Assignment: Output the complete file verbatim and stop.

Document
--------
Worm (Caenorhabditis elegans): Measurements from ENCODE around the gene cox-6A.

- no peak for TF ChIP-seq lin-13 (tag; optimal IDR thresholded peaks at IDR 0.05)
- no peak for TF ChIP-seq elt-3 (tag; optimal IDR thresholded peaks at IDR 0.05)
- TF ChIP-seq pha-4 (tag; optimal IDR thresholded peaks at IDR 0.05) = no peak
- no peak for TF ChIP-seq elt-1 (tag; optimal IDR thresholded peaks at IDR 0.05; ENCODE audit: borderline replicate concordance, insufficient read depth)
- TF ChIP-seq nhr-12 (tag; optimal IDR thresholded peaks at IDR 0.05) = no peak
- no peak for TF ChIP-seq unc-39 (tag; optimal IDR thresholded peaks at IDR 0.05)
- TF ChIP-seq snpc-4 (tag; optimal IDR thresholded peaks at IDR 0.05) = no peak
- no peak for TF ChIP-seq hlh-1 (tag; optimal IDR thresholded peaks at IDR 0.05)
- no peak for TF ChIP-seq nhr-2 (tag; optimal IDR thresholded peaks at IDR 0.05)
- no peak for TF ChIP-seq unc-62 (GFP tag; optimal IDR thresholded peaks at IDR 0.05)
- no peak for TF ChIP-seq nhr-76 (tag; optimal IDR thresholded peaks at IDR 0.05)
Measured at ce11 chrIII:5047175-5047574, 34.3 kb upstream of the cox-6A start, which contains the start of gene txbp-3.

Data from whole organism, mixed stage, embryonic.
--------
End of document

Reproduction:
Worm (Caenorhabditis elegans): Measurements from ENCODE around the gene cox-6A.

- no peak for TF ChIP-seq lin-13 (tag; optimal IDR thresholded peaks at IDR 0.05)
- no peak for TF ChIP-seq elt-3 (tag; optimal IDR thresholded peaks at IDR 0.05)
- TF ChIP-seq pha-4 (tag; optimal IDR thresholded peaks at IDR 0.05) = no peak
- no peak for TF ChIP-seq elt-1 (tag; optimal IDR thresholded peaks at IDR 0.05; ENCODE audit: borderline replicate concordance, insufficient read depth)
- TF ChIP-seq nhr-12 (tag; optimal IDR thresholded peaks at IDR 0.05) = no peak
- no peak for TF ChIP-seq unc-39 (tag; optimal IDR thresholded peaks at IDR 0.05)
- TF ChIP-seq snpc-4 (tag; optimal IDR thresholded peaks at IDR 0.05) = no peak
- no peak for TF ChIP-seq hlh-1 (tag; optimal IDR thresholded peaks at IDR 0.05)
- no peak for TF ChIP-seq nhr-2 (tag; optimal IDR thresholded peaks at IDR 0.05)
- no peak for TF ChIP-seq unc-62 (GFP tag; optimal IDR thresholded peaks at IDR 0.05)
- no peak for TF ChIP-seq nhr-76 (tag; optimal IDR thresholded peaks at IDR 0.05)
Measured at ce11 chrIII:5047175-5047574, 34.3 kb upstream of the cox-6A start, which contains the start of gene txbp-3.

Data from whole organism, mixed stage, embryonic.